March 31, 2006

TALLAHASSEE, Fla. — It’s time for Florida to authorize a specialty license plate displaying the Confederate battle flag to honor the heritage of participants in the Civil War, a Sons of Confederate Veterans organization said Friday.

The proposed plate would feature the rebel flag centered between black numerals with "Florida" in red above and "Confederate Heritage" in red along the bottom.

"It is not racist to promote a common heritage," said H.K. Edgerton, former NAACP president in Asheville, N.C., who led the group in a rousing version of "Dixie" before introducing the proposal. "There will be those uninformed individuals who will attempt to categorize this plate in unflattering terms."

The SCV proposal, however, is unlikely to get far with Florida lawmakers who are already halfway through the 2006 session.

"If it comes up here for a vote it’s not something I’m going to support," said state Rep. Jennifer Carroll, a black Republican from Jacksonville. "I think we have greater issues."

Florida has authorized 106 specialty license plates since its first one memorializing the Challenger shuttle that exploded in January 1986 on takeoff, killing seven astronauts.

"I’m not going to sign up," said Gov. Jeb Bush, who has been uncomfortable with the Confederate flag as a symbol. In 2001 he ordered one taken down at the Capitol, where it had flown for more than two decades.

"We have enough license plates," Bush said.

Florida, like much of the South, continues to struggle with parts of its history resulting from the war between the states between 1861-1865.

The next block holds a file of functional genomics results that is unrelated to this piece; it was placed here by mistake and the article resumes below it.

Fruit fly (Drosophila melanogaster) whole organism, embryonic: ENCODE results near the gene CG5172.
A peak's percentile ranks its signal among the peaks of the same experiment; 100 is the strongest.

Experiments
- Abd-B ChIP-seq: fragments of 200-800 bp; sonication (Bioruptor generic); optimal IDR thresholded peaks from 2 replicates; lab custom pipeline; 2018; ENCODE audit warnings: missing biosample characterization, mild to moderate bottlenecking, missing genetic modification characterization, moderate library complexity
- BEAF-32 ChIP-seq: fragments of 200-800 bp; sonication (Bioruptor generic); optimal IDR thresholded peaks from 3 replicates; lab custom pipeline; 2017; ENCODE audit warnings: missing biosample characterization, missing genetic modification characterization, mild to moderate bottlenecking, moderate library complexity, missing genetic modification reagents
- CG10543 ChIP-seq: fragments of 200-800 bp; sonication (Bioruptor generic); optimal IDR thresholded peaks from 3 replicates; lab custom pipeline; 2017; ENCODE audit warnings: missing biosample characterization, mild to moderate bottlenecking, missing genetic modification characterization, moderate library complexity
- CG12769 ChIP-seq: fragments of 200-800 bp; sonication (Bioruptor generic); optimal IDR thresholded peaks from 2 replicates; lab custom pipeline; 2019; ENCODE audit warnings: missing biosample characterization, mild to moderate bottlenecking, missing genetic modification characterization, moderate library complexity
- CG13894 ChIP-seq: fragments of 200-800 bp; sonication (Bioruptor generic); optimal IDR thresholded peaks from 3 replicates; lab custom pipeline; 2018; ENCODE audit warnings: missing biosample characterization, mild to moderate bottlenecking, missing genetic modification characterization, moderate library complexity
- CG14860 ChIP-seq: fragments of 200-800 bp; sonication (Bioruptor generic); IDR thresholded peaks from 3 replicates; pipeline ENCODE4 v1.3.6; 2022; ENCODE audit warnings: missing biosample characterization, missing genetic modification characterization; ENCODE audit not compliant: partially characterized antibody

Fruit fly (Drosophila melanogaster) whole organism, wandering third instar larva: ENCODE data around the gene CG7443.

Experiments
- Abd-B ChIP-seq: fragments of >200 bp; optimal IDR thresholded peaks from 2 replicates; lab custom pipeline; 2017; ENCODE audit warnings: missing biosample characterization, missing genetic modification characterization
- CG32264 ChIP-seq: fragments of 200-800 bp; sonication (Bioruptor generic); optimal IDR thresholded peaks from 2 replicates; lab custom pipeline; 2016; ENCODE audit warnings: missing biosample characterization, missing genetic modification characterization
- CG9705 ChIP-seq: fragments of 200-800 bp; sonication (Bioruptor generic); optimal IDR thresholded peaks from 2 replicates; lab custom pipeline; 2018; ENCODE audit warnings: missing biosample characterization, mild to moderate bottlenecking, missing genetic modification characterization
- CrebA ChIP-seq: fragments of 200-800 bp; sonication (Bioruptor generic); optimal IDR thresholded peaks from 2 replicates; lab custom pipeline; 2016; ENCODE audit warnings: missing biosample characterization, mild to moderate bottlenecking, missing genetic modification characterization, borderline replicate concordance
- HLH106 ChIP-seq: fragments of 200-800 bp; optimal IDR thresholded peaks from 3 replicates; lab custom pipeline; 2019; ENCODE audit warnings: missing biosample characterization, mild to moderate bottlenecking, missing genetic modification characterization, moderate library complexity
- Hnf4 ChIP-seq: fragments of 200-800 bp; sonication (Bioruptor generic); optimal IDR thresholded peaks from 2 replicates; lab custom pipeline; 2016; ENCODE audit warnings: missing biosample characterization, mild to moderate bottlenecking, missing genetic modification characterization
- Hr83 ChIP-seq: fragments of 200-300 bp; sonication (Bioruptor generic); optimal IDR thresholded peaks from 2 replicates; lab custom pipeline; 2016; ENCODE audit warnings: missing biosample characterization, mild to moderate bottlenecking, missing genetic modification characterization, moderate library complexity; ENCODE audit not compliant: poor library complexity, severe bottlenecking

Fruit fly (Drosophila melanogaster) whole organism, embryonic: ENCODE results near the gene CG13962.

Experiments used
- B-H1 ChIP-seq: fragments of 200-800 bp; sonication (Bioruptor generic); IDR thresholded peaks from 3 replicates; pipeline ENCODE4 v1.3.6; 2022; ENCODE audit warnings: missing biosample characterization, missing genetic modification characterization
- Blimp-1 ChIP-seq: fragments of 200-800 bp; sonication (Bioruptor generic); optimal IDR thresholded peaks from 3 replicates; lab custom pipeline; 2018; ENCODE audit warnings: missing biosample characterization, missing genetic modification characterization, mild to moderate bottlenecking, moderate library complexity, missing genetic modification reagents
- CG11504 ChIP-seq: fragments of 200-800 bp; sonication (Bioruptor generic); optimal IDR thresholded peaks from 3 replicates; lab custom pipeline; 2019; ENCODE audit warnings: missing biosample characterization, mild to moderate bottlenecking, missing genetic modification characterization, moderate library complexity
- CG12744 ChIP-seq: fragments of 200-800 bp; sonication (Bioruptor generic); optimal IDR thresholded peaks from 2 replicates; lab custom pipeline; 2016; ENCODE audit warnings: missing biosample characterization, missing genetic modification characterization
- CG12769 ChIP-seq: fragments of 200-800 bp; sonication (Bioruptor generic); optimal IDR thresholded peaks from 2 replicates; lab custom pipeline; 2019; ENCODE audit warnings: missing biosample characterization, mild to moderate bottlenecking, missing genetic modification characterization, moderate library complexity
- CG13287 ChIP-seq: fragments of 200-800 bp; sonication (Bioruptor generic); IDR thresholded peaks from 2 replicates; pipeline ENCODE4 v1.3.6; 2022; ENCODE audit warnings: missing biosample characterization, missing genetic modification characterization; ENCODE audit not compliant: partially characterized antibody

In recent years, South Carolina removed a rebel flag from atop its Capitol, Georgia removed the Confederate battle emblem from its state flag and the University of Mississippi retired Col. Rebel at its on-field mascot.

However, several southern states do offer license tags observing the Confederacy heritage.

In South Carolina, the tags are sold only to SCV members at $30 above the regular $24 registration and the group keeps profits from the sales under a law that took effect a year ago without the signature of Gov. Mark Sanford.

Virginia, which offers 180 specialty tags, began selling a "Sons of Confederate Veterans" plate in 2002.

The group seeking the plate in Florida must hire an independent organization to complete 30,000 surveys of vehicle owners in the state to comply with a requirement to gauge consumer interest. They are also required to pay an application fee of $60,000 to the Division of Motor Vehicles and provide long-term marketing plans before production could begin on the proposed plate.

"There are tens of thousands, even hundreds of thousands of people who would be proud to have this license plate on their vehicles," said Robert Hurst, spokesman for the group. "We feel that those people deserve the opportunity to buy that flag, to buy that tag and have it on their vehicles."

Proceeds from plate sales would be used to pay for the restoration of the original Confederate flags housed in the Museum of Florida History as well as grave locations and markers of Union and Confederate soldiers buried in the state.

The proposal’s sponsors said they would not have a problem finding a sponsor in the Legislature for their idea.

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